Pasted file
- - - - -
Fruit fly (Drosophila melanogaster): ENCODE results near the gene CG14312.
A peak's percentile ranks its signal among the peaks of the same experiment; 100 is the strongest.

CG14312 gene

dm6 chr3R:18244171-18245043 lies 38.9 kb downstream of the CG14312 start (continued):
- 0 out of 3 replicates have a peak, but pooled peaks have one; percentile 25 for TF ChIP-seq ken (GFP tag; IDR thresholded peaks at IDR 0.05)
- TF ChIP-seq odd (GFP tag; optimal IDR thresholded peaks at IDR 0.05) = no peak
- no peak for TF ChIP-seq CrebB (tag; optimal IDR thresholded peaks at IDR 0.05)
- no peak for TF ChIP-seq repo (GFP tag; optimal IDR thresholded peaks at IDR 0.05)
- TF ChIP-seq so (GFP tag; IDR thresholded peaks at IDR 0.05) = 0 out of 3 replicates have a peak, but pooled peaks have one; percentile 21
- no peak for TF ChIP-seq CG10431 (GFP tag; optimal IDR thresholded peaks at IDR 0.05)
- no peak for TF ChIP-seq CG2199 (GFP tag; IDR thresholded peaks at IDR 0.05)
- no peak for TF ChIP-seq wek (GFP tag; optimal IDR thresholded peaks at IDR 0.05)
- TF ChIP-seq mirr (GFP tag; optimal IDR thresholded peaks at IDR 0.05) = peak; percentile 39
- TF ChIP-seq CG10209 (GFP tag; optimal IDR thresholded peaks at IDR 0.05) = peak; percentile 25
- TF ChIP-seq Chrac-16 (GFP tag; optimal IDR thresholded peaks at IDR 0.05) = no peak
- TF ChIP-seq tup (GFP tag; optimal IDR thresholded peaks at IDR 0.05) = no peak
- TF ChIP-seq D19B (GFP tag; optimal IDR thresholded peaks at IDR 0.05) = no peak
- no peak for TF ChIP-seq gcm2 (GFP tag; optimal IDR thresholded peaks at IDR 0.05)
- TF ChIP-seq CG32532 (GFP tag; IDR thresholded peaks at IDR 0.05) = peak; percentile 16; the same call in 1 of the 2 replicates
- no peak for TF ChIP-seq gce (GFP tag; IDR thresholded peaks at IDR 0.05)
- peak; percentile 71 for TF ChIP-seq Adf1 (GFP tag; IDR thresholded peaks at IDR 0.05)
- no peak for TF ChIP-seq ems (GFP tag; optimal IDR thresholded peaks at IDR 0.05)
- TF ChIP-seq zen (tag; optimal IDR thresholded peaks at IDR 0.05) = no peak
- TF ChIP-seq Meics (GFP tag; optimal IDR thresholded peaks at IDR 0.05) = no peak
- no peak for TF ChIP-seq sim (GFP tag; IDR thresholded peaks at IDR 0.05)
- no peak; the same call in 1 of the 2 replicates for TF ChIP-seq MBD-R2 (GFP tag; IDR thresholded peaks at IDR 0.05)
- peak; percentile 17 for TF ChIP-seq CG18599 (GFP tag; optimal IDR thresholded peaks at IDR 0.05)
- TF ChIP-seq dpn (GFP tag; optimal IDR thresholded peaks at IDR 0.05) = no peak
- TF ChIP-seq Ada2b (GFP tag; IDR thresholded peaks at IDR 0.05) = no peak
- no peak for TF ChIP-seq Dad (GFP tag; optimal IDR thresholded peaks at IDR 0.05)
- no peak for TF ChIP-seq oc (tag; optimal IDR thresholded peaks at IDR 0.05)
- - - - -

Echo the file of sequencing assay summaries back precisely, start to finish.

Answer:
Fruit fly (Drosophila melanogaster): ENCODE results near the gene CG14312.
A peak's percentile ranks its signal among the peaks of the same experiment; 100 is the strongest.

CG14312 gene

dm6 chr3R:18244171-18245043 lies 38.9 kb downstream of the CG14312 start (continued):
- 0 out of 3 replicates have a peak, but pooled peaks have one; percentile 25 for TF ChIP-seq ken (GFP tag; IDR thresholded peaks at IDR 0.05)
- TF ChIP-seq odd (GFP tag; optimal IDR thresholded peaks at IDR 0.05) = no peak
- no peak for TF ChIP-seq CrebB (tag; optimal IDR thresholded peaks at IDR 0.05)
- no peak for TF ChIP-seq repo (GFP tag; optimal IDR thresholded peaks at IDR 0.05)
- TF ChIP-seq so (GFP tag; IDR thresholded peaks at IDR 0.05) = 0 out of 3 replicates have a peak, but pooled peaks have one; percentile 21
- no peak for TF ChIP-seq CG10431 (GFP tag; optimal IDR thresholded peaks at IDR 0.05)
- no peak for TF ChIP-seq CG2199 (GFP tag; IDR thresholded peaks at IDR 0.05)
- no peak for TF ChIP-seq wek (GFP tag; optimal IDR thresholded peaks at IDR 0.05)
- TF ChIP-seq mirr (GFP tag; optimal IDR thresholded peaks at IDR 0.05) = peak; percentile 39
- TF ChIP-seq CG10209 (GFP tag; optimal IDR thresholded peaks at IDR 0.05) = peak; percentile 25
- TF ChIP-seq Chrac-16 (GFP tag; optimal IDR thresholded peaks at IDR 0.05) = no peak
- TF ChIP-seq tup (GFP tag; optimal IDR thresholded peaks at IDR 0.05) = no peak
- TF ChIP-seq D19B (GFP tag; optimal IDR thresholded peaks at IDR 0.05) = no peak
- no peak for TF ChIP-seq gcm2 (GFP tag; optimal IDR thresholded peaks at IDR 0.05)
- TF ChIP-seq CG32532 (GFP tag; IDR thresholded peaks at IDR 0.05) = peak; percentile 16; the same call in 1 of the 2 replicates
- no peak for TF ChIP-seq gce (GFP tag; IDR thresholded peaks at IDR 0.05)
- peak; percentile 71 for TF ChIP-seq Adf1 (GFP tag; IDR thresholded peaks at IDR 0.05)
- no peak for TF ChIP-seq ems (GFP tag; optimal IDR thresholded peaks at IDR 0.05)
- TF ChIP-seq zen (tag; optimal IDR thresholded peaks at IDR 0.05) = no peak
- TF ChIP-seq Meics (GFP tag; optimal IDR thresholded peaks at IDR 0.05) = no peak
- no peak for TF ChIP-seq sim (GFP tag; IDR thresholded peaks at IDR 0.05)
- no peak; the same call in 1 of the 2 replicates for TF ChIP-seq MBD-R2 (GFP tag; IDR thresholded peaks at IDR 0.05)
- peak; percentile 17 for TF ChIP-seq CG18599 (GFP tag; optimal IDR thresholded peaks at IDR 0.05)
- TF ChIP-seq dpn (GFP tag; optimal IDR thresholded peaks at IDR 0.05) = no peak
- TF ChIP-seq Ada2b (GFP tag; IDR thresholded peaks at IDR 0.05) = no peak
- no peak for TF ChIP-seq Dad (GFP tag; optimal IDR thresholded peaks at IDR 0.05)
- no peak for TF ChIP-seq oc (tag; optimal IDR thresholded peaks at IDR 0.05)